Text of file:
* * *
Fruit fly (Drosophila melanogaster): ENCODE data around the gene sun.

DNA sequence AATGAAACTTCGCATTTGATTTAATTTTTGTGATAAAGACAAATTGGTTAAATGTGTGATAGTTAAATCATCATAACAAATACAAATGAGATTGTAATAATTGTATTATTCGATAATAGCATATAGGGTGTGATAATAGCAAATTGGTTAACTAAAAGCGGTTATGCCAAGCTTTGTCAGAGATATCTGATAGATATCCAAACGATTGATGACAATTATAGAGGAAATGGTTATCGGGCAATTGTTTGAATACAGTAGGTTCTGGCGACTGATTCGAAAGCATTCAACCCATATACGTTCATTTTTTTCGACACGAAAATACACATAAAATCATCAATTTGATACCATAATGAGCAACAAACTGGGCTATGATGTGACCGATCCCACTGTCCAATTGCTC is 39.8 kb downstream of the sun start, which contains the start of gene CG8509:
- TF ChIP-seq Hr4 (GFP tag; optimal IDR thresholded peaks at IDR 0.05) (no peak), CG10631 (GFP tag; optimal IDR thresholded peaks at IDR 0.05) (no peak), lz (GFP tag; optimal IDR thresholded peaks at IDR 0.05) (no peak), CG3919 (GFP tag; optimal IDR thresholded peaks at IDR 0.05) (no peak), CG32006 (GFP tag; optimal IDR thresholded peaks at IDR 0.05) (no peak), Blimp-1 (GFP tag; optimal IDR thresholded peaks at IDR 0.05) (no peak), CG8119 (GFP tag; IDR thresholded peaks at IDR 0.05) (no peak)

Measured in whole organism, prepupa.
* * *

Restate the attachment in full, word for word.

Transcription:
Fruit fly (Drosophila melanogaster): ENCODE data around the gene sun.

DNA sequence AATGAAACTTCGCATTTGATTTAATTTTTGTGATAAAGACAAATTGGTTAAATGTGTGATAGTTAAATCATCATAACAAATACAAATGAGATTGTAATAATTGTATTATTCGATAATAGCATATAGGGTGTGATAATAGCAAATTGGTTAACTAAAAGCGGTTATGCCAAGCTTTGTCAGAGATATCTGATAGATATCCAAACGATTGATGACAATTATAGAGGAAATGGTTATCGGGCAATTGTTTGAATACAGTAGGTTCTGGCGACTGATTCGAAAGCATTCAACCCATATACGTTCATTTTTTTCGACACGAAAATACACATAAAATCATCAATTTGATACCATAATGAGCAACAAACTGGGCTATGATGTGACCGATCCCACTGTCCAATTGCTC is 39.8 kb downstream of the sun start, which contains the start of gene CG8509:
- TF ChIP-seq Hr4 (GFP tag; optimal IDR thresholded peaks at IDR 0.05) (no peak), CG10631 (GFP tag; optimal IDR thresholded peaks at IDR 0.05) (no peak), lz (GFP tag; optimal IDR thresholded peaks at IDR 0.05) (no peak), CG3919 (GFP tag; optimal IDR thresholded peaks at IDR 0.05) (no peak), CG32006 (GFP tag; optimal IDR thresholded peaks at IDR 0.05) (no peak), Blimp-1 (GFP tag; optimal IDR thresholded peaks at IDR 0.05) (no peak), CG8119 (GFP tag; IDR thresholded peaks at IDR 0.05) (no peak)

Measured in whole organism, prepupa.